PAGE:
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The crucified truth

Truth emerged as a people’s favourite in the recent spring election carnival. Formerly sporting the kind of odds that would keep even the most game punters at bay, it suddenly enjoyed the kind of backing that had it at short odds in every race. It’s quite possible that the word ‘truth’ hasn’t attracted such attention since the Gospel of John, where it also gets quite a look in. But in John’s Gospel it’s no Latham-like call for truth in government, and it’s no Howard-like blundering about truth being dependent upon what you know. In the Gospel, truth is a person. Jesus says, ‘I am the truth’. And so, with truth as the protagonist, the Gospel tells of what happens when truth comes into the world.

What happens, of course, is that truth gets crucified. Well, this is no news to us. Who even remembers the details of the situation that brought about the catch-cry ‘truth overboard’? We might recall a vague and grainy picture of a boat adrift, surrounded by blurry shapes. But, of the people and their destiny (aside from the unenviable place they hold in Australian political history) what do we know?

What also happens in the Gospel is that Pilate the politician comes face-to-face with truth. The issue on the table is whether Jesus is mounting a political challenge by claiming to be King of the Jews. Jesus says he has come to testify to the truth, to which Pilate responds, ‘What is truth?’ Ironically, it’s staring him in the face. The Gospel tells us (and imagine it in Jack Nicholson’s voice if that helps) that Pilate ‘can’t handle the truth’. In fact, it’s in his interests to relativise truth.

Pilate’s words buy into a political strategy. They should give us pause when we wonder at the dwindling interest in questions about the Howard government’s honesty. Perhaps Pilate’s words make us sit up straighter when we see that further evidence of pre-war intelligence about Iraq’s weaponry appears as the fourth or fifth news story, tucked in somewhere behind unfolding sporting dramas.

Despite its new-found popularity, no doubt we are right to continue to be suspicious of an easy use of ‘truth’. Recent political debate has it pegged as one-dimensional; a simple question of lying or telling the truth. Like Pilate, confronted by a bloodied truth, our leadership has diverted our attention in an attempt to trivialise the reality of the truth before us. And, in so doing, has set truth on the path to crucifixion.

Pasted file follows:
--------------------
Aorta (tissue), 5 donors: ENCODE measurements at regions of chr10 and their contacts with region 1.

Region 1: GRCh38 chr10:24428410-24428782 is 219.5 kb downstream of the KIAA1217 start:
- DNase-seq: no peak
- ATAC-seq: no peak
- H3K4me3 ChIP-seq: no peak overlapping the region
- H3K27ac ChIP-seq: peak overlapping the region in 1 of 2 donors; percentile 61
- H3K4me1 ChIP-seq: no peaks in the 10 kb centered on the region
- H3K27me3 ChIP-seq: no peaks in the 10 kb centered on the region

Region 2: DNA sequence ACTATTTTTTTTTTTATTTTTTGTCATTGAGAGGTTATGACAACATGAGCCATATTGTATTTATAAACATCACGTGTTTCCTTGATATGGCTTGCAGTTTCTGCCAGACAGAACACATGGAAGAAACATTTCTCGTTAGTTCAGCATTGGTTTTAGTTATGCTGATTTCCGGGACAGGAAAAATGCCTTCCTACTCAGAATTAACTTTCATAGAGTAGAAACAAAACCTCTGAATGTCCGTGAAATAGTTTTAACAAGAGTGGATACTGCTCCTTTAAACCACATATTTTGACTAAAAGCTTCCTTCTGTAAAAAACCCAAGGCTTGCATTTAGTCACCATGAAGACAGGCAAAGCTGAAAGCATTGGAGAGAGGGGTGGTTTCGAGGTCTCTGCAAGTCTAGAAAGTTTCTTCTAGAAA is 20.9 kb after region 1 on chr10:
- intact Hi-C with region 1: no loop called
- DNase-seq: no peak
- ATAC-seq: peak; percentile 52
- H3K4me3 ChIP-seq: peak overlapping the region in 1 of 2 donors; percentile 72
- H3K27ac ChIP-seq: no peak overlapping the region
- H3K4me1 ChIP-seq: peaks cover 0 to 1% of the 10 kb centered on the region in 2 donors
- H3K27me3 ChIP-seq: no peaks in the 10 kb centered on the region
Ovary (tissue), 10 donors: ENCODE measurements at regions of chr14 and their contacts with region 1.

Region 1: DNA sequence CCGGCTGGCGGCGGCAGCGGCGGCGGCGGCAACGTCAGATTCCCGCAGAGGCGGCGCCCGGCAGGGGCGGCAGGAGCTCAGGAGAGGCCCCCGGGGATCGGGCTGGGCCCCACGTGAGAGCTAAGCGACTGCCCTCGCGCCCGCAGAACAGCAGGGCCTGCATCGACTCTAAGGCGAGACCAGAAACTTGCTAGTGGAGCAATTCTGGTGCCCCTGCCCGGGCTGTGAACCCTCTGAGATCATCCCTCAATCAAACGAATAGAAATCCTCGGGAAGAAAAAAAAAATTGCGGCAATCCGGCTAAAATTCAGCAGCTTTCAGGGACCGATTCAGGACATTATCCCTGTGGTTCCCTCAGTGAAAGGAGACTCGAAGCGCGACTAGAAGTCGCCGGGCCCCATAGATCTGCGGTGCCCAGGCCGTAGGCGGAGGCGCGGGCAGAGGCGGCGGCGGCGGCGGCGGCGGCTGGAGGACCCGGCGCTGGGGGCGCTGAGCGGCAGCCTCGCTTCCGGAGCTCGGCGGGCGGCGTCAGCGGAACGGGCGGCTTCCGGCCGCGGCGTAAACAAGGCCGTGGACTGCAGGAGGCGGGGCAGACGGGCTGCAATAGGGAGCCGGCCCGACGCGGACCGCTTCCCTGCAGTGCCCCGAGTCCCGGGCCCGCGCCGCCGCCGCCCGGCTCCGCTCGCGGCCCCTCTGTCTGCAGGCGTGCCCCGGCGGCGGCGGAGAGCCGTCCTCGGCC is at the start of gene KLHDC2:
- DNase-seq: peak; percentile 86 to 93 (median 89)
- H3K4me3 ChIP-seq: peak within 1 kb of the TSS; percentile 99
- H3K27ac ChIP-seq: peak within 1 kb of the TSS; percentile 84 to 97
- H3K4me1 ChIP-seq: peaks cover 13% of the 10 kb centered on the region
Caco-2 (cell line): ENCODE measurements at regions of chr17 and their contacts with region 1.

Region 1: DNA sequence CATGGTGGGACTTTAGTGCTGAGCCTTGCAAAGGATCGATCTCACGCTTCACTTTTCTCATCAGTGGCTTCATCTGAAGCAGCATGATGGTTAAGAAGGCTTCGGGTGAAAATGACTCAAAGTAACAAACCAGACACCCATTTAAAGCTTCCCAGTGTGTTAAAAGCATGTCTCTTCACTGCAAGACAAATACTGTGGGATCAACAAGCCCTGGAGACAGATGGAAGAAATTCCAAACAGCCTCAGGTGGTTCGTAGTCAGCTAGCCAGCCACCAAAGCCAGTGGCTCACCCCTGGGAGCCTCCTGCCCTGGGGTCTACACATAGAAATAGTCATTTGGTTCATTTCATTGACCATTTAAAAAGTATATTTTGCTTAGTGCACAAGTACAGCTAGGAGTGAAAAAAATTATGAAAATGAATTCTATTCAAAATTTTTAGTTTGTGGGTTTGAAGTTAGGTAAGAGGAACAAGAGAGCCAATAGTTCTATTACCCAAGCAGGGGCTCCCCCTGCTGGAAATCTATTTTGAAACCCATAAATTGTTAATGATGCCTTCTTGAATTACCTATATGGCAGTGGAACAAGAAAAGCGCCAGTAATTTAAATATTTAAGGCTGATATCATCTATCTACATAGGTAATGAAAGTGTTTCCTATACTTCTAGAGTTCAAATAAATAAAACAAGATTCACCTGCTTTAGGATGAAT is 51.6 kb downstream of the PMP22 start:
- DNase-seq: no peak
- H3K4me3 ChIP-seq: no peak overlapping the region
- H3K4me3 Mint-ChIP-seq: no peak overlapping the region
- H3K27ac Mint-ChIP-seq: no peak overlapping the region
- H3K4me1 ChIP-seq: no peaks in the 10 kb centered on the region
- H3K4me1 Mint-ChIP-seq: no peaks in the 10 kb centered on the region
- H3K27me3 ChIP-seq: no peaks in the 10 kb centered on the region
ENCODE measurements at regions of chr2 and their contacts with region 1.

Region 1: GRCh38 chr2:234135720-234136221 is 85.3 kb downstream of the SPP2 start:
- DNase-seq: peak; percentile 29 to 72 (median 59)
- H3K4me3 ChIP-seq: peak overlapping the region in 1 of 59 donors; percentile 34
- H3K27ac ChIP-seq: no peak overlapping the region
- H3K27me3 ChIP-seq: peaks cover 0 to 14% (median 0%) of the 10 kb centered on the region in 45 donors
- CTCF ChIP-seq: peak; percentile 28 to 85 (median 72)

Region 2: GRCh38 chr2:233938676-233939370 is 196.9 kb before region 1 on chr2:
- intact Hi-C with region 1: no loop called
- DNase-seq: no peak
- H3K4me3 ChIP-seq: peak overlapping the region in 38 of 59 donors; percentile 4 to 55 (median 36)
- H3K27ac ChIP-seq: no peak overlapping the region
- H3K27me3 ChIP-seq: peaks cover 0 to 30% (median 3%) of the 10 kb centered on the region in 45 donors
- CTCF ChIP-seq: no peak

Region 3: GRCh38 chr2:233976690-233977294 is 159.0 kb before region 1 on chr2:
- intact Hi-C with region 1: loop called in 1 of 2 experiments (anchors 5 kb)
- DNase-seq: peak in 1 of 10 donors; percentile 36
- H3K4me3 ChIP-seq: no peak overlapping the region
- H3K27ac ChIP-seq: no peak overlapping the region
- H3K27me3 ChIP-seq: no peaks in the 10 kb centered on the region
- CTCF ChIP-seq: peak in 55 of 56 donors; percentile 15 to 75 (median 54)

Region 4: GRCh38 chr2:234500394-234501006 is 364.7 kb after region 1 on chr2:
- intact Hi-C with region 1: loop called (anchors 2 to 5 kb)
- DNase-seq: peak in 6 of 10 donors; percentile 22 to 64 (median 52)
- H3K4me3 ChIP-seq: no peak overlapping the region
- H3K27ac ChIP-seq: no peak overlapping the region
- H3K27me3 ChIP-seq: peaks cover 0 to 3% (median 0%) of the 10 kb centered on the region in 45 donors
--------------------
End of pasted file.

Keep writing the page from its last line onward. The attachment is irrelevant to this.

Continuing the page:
But if, like John’s Gospel, we can imaginatively characterise truth—imagine it as a person with whom we could have a conversation—then we rediscover that there are many more layers to it. To allow truth to be personal is to assert that we cannot avoid being in relationship with it and that we don’t have unlimited control over it. To reflect on the biblical story is to be confronted by the rawness of the crucifixion image. It is no cheap debating point to observe truth crucified in the Gospel. Truth makes us expect more of government statements about asylum seekers than that they do not actually lie. We look for some correspondence with the human reality.

Amid the crossfire on truth, we might think the question is about who threw the dice that decided who would take Jesus’ garment home. Frankly, I want to know how we came to be at Calvary. While we observe the fight about the garment, we forget (as it is hoped we might), that there is a crucifixion in progress. It’s the crucifixion of a full-bodied truth and the casualties are innumerable. The question before us as elections give way to the business of government, is how we can re-imagine a more personal truth, and liberate it from the cross.  

Kylie Crabbe studies at the United Faculty of Theology as a candidate for Ministry in the Uniting Church.



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